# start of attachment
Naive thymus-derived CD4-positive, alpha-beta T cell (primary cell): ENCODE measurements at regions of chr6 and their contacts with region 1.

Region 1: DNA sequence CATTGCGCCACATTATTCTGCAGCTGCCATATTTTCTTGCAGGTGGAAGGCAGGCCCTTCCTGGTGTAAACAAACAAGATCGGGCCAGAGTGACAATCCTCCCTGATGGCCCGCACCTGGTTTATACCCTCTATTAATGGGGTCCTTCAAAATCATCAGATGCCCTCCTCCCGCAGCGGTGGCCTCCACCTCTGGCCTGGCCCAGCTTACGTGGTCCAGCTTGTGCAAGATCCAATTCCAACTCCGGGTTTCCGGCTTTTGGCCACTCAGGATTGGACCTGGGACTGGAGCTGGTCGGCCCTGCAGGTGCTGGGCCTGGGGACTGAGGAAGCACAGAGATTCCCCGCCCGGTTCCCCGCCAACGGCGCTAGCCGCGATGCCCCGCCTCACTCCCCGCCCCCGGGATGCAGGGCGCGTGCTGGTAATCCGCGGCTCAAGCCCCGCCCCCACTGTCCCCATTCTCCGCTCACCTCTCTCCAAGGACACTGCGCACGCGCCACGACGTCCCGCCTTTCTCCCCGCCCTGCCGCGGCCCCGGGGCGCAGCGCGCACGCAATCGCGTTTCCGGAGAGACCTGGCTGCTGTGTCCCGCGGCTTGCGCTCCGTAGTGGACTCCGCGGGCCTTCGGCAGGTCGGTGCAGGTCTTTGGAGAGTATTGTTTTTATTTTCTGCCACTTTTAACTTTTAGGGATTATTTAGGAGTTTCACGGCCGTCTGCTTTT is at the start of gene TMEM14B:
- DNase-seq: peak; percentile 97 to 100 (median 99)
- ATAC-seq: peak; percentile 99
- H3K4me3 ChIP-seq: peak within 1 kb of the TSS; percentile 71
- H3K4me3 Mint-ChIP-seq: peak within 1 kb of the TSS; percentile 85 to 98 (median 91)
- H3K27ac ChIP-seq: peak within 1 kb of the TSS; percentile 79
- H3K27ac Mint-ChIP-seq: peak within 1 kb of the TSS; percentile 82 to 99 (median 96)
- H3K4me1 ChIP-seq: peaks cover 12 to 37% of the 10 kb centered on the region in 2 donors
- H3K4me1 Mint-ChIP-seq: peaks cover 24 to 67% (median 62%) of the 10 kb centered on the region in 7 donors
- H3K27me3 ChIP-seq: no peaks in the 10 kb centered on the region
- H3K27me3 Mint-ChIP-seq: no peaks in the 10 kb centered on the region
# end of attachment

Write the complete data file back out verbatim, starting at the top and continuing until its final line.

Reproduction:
Naive thymus-derived CD4-positive, alpha-beta T cell (primary cell): ENCODE measurements at regions of chr6 and their contacts with region 1.

Region 1: DNA sequence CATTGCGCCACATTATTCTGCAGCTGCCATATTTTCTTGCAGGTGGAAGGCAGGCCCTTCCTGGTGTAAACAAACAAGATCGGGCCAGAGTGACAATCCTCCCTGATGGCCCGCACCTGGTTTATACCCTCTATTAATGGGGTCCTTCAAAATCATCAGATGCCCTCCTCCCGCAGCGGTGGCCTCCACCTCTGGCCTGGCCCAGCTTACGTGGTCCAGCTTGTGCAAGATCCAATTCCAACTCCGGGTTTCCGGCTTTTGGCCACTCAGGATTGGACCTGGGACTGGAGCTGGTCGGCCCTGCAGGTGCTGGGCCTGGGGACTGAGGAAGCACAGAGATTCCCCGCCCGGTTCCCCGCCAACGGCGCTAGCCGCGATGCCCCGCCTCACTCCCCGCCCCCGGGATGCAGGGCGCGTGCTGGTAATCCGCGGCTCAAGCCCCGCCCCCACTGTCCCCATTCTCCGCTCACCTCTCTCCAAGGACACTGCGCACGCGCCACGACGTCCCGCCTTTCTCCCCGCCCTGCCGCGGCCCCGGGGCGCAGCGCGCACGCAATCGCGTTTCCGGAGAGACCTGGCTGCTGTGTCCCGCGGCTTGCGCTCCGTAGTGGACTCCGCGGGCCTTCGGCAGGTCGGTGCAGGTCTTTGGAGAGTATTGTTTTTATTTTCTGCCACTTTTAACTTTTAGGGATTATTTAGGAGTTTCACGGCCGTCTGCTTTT is at the start of gene TMEM14B:
- DNase-seq: peak; percentile 97 to 100 (median 99)
- ATAC-seq: peak; percentile 99
- H3K4me3 ChIP-seq: peak within 1 kb of the TSS; percentile 71
- H3K4me3 Mint-ChIP-seq: peak within 1 kb of the TSS; percentile 85 to 98 (median 91)
- H3K27ac ChIP-seq: peak within 1 kb of the TSS; percentile 79
- H3K27ac Mint-ChIP-seq: peak within 1 kb of the TSS; percentile 82 to 99 (median 96)
- H3K4me1 ChIP-seq: peaks cover 12 to 37% of the 10 kb centered on the region in 2 donors
- H3K4me1 Mint-ChIP-seq: peaks cover 24 to 67% (median 62%) of the 10 kb centered on the region in 7 donors
- H3K27me3 ChIP-seq: no peaks in the 10 kb centered on the region
- H3K27me3 Mint-ChIP-seq: no peaks in the 10 kb centered on the region